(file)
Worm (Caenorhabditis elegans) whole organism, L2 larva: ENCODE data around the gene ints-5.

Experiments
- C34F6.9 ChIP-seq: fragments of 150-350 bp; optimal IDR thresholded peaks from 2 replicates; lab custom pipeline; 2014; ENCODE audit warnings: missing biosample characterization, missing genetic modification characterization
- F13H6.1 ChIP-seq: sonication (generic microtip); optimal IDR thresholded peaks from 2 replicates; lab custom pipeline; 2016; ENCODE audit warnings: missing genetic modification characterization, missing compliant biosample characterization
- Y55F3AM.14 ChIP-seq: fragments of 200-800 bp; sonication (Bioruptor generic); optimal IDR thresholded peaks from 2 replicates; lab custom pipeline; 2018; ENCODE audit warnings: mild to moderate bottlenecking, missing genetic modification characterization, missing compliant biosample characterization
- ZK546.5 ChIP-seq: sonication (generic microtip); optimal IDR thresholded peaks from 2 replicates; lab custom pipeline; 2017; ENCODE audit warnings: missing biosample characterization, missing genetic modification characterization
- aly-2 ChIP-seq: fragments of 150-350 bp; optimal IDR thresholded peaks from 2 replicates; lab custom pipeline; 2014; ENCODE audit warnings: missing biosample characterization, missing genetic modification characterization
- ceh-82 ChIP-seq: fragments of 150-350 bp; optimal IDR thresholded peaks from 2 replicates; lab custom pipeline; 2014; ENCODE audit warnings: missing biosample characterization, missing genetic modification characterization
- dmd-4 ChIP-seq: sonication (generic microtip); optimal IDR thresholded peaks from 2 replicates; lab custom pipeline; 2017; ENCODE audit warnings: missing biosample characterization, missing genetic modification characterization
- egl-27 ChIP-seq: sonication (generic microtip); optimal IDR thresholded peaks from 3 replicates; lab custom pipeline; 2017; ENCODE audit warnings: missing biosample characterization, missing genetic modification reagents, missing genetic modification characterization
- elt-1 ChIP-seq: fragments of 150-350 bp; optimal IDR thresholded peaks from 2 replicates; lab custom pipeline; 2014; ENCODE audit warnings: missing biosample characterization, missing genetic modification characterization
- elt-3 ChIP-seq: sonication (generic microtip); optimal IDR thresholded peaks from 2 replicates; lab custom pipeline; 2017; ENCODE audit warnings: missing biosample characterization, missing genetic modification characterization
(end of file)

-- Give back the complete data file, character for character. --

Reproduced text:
Worm (Caenorhabditis elegans) whole organism, L2 larva: ENCODE data around the gene ints-5.

Experiments
- C34F6.9 ChIP-seq: fragments of 150-350 bp; optimal IDR thresholded peaks from 2 replicates; lab custom pipeline; 2014; ENCODE audit warnings: missing biosample characterization, missing genetic modification characterization
- F13H6.1 ChIP-seq: sonication (generic microtip); optimal IDR thresholded peaks from 2 replicates; lab custom pipeline; 2016; ENCODE audit warnings: missing genetic modification characterization, missing compliant biosample characterization
- Y55F3AM.14 ChIP-seq: fragments of 200-800 bp; sonication (Bioruptor generic); optimal IDR thresholded peaks from 2 replicates; lab custom pipeline; 2018; ENCODE audit warnings: mild to moderate bottlenecking, missing genetic modification characterization, missing compliant biosample characterization
- ZK546.5 ChIP-seq: sonication (generic microtip); optimal IDR thresholded peaks from 2 replicates; lab custom pipeline; 2017; ENCODE audit warnings: missing biosample characterization, missing genetic modification characterization
- aly-2 ChIP-seq: fragments of 150-350 bp; optimal IDR thresholded peaks from 2 replicates; lab custom pipeline; 2014; ENCODE audit warnings: missing biosample characterization, missing genetic modification characterization
- ceh-82 ChIP-seq: fragments of 150-350 bp; optimal IDR thresholded peaks from 2 replicates; lab custom pipeline; 2014; ENCODE audit warnings: missing biosample characterization, missing genetic modification characterization
- dmd-4 ChIP-seq: sonication (generic microtip); optimal IDR thresholded peaks from 2 replicates; lab custom pipeline; 2017; ENCODE audit warnings: missing biosample characterization, missing genetic modification characterization
- egl-27 ChIP-seq: sonication (generic microtip); optimal IDR thresholded peaks from 3 replicates; lab custom pipeline; 2017; ENCODE audit warnings: missing biosample characterization, missing genetic modification reagents, missing genetic modification characterization
- elt-1 ChIP-seq: fragments of 150-350 bp; optimal IDR thresholded peaks from 2 replicates; lab custom pipeline; 2014; ENCODE audit warnings: missing biosample characterization, missing genetic modification characterization
- elt-3 ChIP-seq: sonication (generic microtip); optimal IDR thresholded peaks from 2 replicates; lab custom pipeline; 2017; ENCODE audit warnings: missing biosample characterization, missing genetic modification characterization